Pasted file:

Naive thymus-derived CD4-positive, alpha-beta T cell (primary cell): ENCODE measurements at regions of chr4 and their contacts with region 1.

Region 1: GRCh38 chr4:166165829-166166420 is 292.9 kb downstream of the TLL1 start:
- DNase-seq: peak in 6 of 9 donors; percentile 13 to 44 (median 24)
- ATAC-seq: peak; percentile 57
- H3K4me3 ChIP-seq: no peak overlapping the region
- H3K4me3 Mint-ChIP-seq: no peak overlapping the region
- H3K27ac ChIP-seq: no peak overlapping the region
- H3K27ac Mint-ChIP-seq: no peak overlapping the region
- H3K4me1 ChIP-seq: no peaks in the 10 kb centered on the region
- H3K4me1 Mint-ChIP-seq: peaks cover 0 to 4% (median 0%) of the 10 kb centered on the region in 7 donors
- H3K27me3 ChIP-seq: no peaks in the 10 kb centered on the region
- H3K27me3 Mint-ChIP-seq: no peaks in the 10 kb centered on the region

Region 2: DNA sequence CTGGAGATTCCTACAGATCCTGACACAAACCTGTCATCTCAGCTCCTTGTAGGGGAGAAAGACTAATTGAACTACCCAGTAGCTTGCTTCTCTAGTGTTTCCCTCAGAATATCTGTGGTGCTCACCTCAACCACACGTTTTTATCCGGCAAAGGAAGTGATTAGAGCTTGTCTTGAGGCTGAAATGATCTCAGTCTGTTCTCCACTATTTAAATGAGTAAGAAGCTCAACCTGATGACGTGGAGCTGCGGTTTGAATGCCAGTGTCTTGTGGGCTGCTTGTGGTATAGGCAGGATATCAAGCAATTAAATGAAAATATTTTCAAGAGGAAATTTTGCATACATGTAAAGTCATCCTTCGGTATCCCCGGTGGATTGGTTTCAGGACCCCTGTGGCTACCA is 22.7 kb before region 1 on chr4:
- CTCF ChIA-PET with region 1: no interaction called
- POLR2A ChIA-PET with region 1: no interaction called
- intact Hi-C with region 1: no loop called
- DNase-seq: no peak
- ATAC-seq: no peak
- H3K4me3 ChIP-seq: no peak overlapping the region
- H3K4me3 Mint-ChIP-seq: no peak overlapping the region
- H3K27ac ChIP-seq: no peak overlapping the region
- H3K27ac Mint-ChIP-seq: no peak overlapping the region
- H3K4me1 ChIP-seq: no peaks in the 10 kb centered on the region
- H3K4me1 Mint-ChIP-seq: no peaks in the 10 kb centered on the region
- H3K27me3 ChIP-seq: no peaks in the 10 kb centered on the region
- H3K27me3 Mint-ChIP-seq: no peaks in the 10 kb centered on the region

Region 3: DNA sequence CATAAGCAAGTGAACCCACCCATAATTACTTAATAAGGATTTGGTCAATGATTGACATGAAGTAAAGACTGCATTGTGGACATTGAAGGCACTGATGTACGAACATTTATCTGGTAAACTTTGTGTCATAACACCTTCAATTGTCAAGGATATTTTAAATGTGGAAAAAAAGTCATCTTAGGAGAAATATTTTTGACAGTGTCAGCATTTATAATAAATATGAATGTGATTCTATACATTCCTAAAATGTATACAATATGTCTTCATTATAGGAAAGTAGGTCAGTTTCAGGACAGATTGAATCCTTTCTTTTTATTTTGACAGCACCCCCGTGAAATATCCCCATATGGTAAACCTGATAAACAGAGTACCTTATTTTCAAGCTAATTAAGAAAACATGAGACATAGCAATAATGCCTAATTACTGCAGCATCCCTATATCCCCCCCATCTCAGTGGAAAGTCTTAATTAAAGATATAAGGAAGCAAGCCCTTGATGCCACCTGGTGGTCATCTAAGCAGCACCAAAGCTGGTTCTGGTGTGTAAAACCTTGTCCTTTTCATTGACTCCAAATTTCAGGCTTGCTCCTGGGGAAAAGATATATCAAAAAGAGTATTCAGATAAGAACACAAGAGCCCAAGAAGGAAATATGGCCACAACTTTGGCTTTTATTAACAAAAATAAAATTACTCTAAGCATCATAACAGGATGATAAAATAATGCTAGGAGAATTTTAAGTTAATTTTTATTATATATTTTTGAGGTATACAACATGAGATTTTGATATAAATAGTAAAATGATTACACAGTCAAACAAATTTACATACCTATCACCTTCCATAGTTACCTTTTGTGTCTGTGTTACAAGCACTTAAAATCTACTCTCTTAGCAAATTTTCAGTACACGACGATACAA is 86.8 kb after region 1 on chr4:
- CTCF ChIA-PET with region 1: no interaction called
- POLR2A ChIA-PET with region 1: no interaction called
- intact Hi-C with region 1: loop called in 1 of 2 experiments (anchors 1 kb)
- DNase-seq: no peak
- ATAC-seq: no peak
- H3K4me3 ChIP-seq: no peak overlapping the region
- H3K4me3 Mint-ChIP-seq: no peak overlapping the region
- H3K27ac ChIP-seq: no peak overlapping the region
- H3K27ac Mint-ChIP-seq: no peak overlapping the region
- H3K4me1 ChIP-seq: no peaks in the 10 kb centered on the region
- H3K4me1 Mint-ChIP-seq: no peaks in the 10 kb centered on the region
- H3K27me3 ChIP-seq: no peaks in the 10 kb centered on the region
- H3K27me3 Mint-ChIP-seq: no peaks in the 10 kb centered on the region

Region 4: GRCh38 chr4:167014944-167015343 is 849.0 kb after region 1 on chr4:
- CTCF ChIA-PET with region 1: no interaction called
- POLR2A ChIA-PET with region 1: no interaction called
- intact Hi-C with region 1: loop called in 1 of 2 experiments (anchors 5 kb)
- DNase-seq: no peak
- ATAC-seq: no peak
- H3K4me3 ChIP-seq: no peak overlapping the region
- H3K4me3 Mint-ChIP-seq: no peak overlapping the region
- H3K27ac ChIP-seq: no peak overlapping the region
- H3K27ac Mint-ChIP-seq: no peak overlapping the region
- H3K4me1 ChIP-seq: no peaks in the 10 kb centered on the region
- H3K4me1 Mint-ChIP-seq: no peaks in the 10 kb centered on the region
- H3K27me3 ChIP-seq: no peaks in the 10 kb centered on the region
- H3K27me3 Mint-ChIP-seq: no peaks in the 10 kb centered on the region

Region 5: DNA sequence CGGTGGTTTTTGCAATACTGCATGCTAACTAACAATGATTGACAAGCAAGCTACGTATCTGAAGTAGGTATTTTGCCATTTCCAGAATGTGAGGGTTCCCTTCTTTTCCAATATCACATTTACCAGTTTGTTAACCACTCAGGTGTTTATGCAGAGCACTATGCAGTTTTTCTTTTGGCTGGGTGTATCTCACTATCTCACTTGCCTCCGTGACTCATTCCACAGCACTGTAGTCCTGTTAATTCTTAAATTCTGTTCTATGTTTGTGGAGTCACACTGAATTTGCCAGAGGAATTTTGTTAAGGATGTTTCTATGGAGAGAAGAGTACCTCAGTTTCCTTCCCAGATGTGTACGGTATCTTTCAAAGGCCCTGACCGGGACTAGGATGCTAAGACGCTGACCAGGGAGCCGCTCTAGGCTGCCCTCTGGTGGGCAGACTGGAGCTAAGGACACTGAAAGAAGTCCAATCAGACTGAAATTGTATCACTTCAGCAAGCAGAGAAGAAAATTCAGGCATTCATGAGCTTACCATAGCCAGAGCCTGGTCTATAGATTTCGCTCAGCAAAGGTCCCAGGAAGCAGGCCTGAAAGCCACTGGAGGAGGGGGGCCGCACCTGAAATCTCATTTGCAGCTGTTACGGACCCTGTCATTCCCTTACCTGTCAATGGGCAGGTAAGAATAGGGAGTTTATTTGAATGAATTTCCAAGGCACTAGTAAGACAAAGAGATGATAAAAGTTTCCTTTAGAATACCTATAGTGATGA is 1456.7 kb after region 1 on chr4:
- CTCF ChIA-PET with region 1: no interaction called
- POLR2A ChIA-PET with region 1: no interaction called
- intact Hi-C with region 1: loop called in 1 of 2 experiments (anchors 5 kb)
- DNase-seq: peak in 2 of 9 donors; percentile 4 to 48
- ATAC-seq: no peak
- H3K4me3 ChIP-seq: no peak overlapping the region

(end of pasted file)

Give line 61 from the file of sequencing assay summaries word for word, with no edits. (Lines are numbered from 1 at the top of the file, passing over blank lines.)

- H3K4me3 ChIP-seq: no peak overlapping the region